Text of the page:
Again, the results look similar, the GTS 250 wins by far here however, and the GT 240 gets closer to the 4770 as the resolution climbs but still has plenty more to go. Overclocked, the Palit GT 240 Sonic comes into direct competition with the 4770.

Testing:

Resident Evil 5 is the sequel to one of the best selling video games of all time. You play the game as Chris Redfield, a survivor of the events at Raccoon City who now works for the BSAA. Sent to Africa to find the genesis of the latest Bio Organic agents, you meet up with another BSAA operative and work together to solve the problem. The game offers incredible 3D effects and a Co-Op gaming style.

Game Settings:

 

  

 

 

 

 

 

 

 

 

The GT 240 dominates the lower half of the test cards in Resident Evil 5, but is clearly behind the 4770 and GTS 250. The Palit card looks to be a middleman fitting in between the 4670 and 4770.

Testing:

Left 4 Dead is a new release from Valve that leaves you as part of a group of survivors in a world where an infection has rapidly turned the populace into a zombie horde. You goal is to make it to a rescue point, all the while fighting what seems like overwhelming odds. Along the way there are safe houses where you can replenish your weapons and health. The movie 'I Am Legend' comes to mind to set the stage for this game. But unlike the movie, there are four characters and not just a lone gun and his faithful companion. The horde is not at all like the typical slow walking, foot shuffling zombie. These zombies are quick and work with the pack mentality. Your job: survival!

Settings:

 

  

 

 

 

 

 

  

 

 

 

Left 4 Dead shows the same trends as in most of the testing. Very playable frame rates even at the highest resolution.

Testing:

3DMark06 is one of the benchmarks that always comes up when a bragging contest has begun. 3DMark06 presents a severe test for many of today's hardware components. Let's see how this setup fares. The settings we will use are listed below.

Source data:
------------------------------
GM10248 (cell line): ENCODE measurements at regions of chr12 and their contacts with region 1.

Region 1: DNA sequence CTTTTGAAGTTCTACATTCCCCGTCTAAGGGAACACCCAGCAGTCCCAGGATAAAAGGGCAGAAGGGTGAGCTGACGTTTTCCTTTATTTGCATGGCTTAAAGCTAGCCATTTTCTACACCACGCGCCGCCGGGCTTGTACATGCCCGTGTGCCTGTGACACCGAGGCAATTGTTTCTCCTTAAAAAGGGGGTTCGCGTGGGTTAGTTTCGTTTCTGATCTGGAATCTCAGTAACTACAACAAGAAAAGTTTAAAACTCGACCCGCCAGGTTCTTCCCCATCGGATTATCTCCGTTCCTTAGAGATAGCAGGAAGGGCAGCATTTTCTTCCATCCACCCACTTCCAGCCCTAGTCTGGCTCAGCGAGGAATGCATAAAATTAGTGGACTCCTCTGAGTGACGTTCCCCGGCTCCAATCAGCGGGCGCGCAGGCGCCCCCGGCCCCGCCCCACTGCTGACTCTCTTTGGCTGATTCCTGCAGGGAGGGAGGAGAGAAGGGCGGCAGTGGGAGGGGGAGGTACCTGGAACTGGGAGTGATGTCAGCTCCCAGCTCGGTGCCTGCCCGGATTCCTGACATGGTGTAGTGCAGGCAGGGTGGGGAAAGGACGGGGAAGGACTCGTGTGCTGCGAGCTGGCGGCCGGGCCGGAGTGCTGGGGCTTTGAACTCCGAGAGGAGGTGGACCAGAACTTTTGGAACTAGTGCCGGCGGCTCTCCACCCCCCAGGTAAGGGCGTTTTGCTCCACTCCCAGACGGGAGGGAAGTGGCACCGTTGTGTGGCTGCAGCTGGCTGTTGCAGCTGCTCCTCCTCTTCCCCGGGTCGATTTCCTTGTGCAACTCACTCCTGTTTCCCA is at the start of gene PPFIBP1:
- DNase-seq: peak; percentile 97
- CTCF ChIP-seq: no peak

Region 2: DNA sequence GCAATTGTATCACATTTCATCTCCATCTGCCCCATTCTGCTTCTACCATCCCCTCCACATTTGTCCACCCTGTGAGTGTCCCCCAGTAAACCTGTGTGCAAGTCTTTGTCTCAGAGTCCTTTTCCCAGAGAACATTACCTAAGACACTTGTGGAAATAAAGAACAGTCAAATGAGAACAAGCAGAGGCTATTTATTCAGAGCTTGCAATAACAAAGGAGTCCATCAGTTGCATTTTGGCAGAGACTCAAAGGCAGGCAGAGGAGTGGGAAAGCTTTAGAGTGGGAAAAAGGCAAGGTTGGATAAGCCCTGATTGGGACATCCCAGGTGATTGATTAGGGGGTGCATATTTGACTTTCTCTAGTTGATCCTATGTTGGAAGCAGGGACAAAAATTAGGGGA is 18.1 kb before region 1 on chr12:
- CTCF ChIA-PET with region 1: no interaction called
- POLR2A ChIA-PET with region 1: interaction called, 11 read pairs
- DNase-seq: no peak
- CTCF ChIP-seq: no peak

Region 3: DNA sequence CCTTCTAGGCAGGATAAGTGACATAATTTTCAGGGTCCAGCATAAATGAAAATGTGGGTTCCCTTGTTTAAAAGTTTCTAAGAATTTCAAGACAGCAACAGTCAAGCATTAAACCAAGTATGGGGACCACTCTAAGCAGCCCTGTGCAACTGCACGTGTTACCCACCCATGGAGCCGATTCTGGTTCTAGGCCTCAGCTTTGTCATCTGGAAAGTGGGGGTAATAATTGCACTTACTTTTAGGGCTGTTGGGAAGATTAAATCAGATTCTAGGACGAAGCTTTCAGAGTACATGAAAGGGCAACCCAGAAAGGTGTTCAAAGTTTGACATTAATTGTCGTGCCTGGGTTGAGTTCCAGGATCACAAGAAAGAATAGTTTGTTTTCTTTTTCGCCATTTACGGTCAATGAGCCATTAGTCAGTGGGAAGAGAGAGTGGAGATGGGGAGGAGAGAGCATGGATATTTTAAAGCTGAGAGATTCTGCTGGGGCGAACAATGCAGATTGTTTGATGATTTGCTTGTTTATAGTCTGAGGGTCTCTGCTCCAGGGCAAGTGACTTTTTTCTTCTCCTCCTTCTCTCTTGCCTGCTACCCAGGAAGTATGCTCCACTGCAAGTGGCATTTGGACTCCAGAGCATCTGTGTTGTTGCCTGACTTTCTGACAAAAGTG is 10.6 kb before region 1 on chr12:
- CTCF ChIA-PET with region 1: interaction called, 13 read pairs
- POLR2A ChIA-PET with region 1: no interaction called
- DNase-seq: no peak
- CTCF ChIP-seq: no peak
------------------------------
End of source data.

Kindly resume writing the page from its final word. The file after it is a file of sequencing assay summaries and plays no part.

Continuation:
Settings:

 

 

 

  

 

 

 
 

  

 

 

 

3DMark06 changes the trend up a bit with the GT 240 coming within ~1400 points of the 4770 at stock resolution. The score is far more respectable than that of the GT 220s. Overclocking brings it even closer to the 4770 - even beating it at the stock resolution!

Testing:

Featuring all-new game tests, this benchmark is for use with Vista based systems. "There are two all-new CPU tests that have been designed around a new 'Physics and Artificial Intelligence-related computation.' CPU test two offers support for physics related hardware." There are four preset levels that correspond to specific resolutions. 'Entry' is 1024x768 progressing to 'Extreme' at 1920x1200. Of course, each preset can be modified to arrange any number of user designed testing. For our testing, I will use the four presets at all default settings.

 Settings:

  

 

 

  

 

 

 

 

 

 

The 4770 and GTS 250 dueled head on in Vantage, the GT 240 still performed solidly but was far away from the higher cards, and far above the lower end cards. Good performance nonetheless. Overclocked, the GT 240 starts nibbling at the heels of the more powerful cards, but still not enough to get close to overtaking them.

Conclusion:

While the Palit GT 240 Sonic Edition didn't completely dominate the benchmarks, it did perform very strongly in comparison to the competition. The price users can find the ATI 4670 and 4770 will either make or break the nVidia GT 240 as the 4770 outperformed it in every test. Right now the 4770 looks to only be a few bucks more expensive so that could make for stiff competition, especially since the midrange 5-series cards are beginning to come out. Another supporting ability is that this card should fold immensely better than the competing ATI products. This graphics card should be an easy drop in upgrade or replacement card that can bring decent gaming capabilities and a multimedia aspect through software like Badaboom or vReveal. Although the Palit design does take up two slots, its length and lack of power adapter requirements should make it an easy fit in cramped cases, OEM computers, and HTPC applications. The heatsink worked adequately and kept the card running in the low 30s at idle and mid-60s at load while overclocked. Overclocking wasn't too bad either, going from 585/1890/1424MHz to 699/2008/1701MHz without a hiccup. Using the Palit GT 240 Sonic as a PhysX processor netted roughly an additional 15% in 3DMark Vantage with a GTX 260 216sp card so as a PhysX processor this card looks willing!

The only real cons that came to mind were that the bundle was pretty empty - nothing more was needed to get the card going but it also lacked any excitement as a good accessory bundle is always nice. However, more money may have been diverted to ensure better quality of the GT 240. The only other qualm I could think of was the VGA port, which makes it more difficult to run dual DVI monitors, this feature also looks bad when a VGA adapter can be had for a few bucks, I just found new ones for less than a dollar. Most people who order this card won't likely be running dual monitors anyway, so in reality it does help the card to be ready out of the box for most situations.

A cool running graphics card with solid overclockability and decent gaming power, the ability to "Fold for the Cause," tremendously decrease the time to work on photos and videos, being run as a PhysX processor to aid a more powerful card, and having a very simple drop-in design make this card very attractive if priced aggressively!

 

Pros:

 

Cons: